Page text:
Greece should allow France to open naval base in Aegean Sea

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France’s policy in the Middle East and North Africa marked by the heritage of Charles de Gaulle, places France as a counterweight, in a region formerly dominated by the Americans and the Soviets.Paris policy in the region is structured around three pillars.

First: A speech on human rights, in which France legitimized its intervention in Libya.

Second: A logic of security, which insists on the primacy of the fight against radical Islam and terrorism under which France intervened in Syria alongside the Kurdish People’s Protection Units (YPG) against Daesh.

Third: An economic strategy, which has led to the alignment of new alliances and its own economic interests. One of those countries is Egypt, which is a key ally of the Tobruk-based Libyan parliament. Its rival is the Turkish-backed government in the Libyan capital of Tripoli whose mandate expired in December 2017.

Turkey and France have been locked in an escalating war of words against Libya. This reflects their contrasting interests in the conflict in this oil-rich North African country. Ankara has sent weapons and military advisers to aid the UN-backed government in Tripoli and pushed back forces in Tobruk, which is backed by powers such as Russia, Egypt, and the United Arab Emirates (UAE).

Even in the Middle East, Turkey and France have contrasting interests in Lebanon and Syria, with each side helping different local actors.

Turkey’s expansionist policies in the Middle East and Africa do not stop there but have also developed in the waters of the eastern Mediterranean, bringing it closer to a collision course with Greece and Cyprus. Naturally, these two countries have drawn closer to France and their common allies in the region.

Turkey has continued an aggressive gas exploration effort. His research vessel conducts research inside the Greek maritime zone (in accordance with the 1983 Maritime Law Convention which Turkey has not signed) and is protected by Turkish Navy warships. There he encountered rival Greek ships. Even when a Turkish frigate was damaged while trying to hit a Greek frigate, Turkey did not withdraw its forces.

Tensions remain high as Turkey continues to threaten chaos and war, as Turkish President Recep Tayyip Erdoğan has repeatedly told his domestic audience and diplomatic channels abroad.

A German delegation that tried to end the crisis failed miserably because it fell on deaf Turkish ears.

France has engaged alongside Greece, sending fighter jets and ships alongside the United Arab Emirates, which is a mutual ally of Greece and France. Turkey has a much more assertive foreign policy, which some have equated with a resurgence of the former Ottoman Empire.

Erdoğan’s geographical horizons have certainly widened.

Turkey’s strategic position has changed since the end of the Cold War with the disappearance of the resolutely secular state and its replacement by an Islamist state that is growing year by year.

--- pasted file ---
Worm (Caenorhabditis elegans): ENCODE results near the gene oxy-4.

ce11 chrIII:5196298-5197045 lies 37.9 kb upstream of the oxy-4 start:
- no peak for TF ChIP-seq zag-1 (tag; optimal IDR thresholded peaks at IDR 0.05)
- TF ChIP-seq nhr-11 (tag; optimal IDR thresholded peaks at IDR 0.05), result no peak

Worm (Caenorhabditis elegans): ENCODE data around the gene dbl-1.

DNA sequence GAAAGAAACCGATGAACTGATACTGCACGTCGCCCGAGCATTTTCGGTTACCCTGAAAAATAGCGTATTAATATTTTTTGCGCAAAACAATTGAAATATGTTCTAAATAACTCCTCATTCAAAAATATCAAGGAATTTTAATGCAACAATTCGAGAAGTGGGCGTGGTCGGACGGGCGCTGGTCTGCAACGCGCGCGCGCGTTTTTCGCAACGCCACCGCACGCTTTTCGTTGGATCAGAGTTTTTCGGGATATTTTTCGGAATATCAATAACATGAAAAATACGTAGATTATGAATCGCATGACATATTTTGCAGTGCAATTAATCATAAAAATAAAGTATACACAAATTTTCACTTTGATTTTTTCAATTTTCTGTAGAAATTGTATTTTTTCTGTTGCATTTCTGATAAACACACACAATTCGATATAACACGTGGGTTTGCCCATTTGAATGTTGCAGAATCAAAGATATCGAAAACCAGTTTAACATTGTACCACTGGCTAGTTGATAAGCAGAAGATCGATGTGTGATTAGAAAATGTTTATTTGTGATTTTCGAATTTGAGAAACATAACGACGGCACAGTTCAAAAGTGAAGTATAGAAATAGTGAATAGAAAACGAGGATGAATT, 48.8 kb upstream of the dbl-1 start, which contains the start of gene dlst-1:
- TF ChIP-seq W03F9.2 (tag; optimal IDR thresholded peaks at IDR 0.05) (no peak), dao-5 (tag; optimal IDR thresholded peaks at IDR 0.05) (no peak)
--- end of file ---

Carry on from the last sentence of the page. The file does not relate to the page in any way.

The ruling Justice and Development Party (AKP) saw a vibrant and growing Turkish economy to help establish the nation as an actor with regional reach. Recently, the Turkish economy may have weakened, but Erdoğan shows no signs of pulling in his horns.

On the other side, after a financial crisis that lasted for nearly a decade, Greece is working to modernize its navy, modernize its fleet of F-16 fighter jets and strengthen military ties with allies. traditional, as well as with Turkey’s regional rivals including Israel, Egypt and Saudi Arabia.

What should the country’s reaction be to this growing threat? The answer is increased cooperation with allies in all sectors. Greece can also offer France something that it lacks in the region.

A stable base of operations like the UK has in Cyprus.

With this move, only the benefits can come from both sides.

One place of such a base could be Leros Island in the Dodecanese Islands which already has naval facilities and can be used in a short time to accommodate warships of almost any type. Of course, there are other places that can accommodate the French navy in the Greek islands or even in Cyprus which still today has 40% of its land under Turkish occupation since 1974 with the excuse of protecting the Turkish Cypriot minority.

France will benefit enormously because it will be able to use such a base for its counterterrorism operations in the Middle East and increase its naval operations and its influence in the region. In return, Greece, Cyprus and France will sign a mutual military pact in the event of any conflict that may arise, marking a new era for the population of all participants.

If you want peace, prepare for war.

The views of author Kostas Karampetsos do not necessarily reflect those of the Greek City Times.

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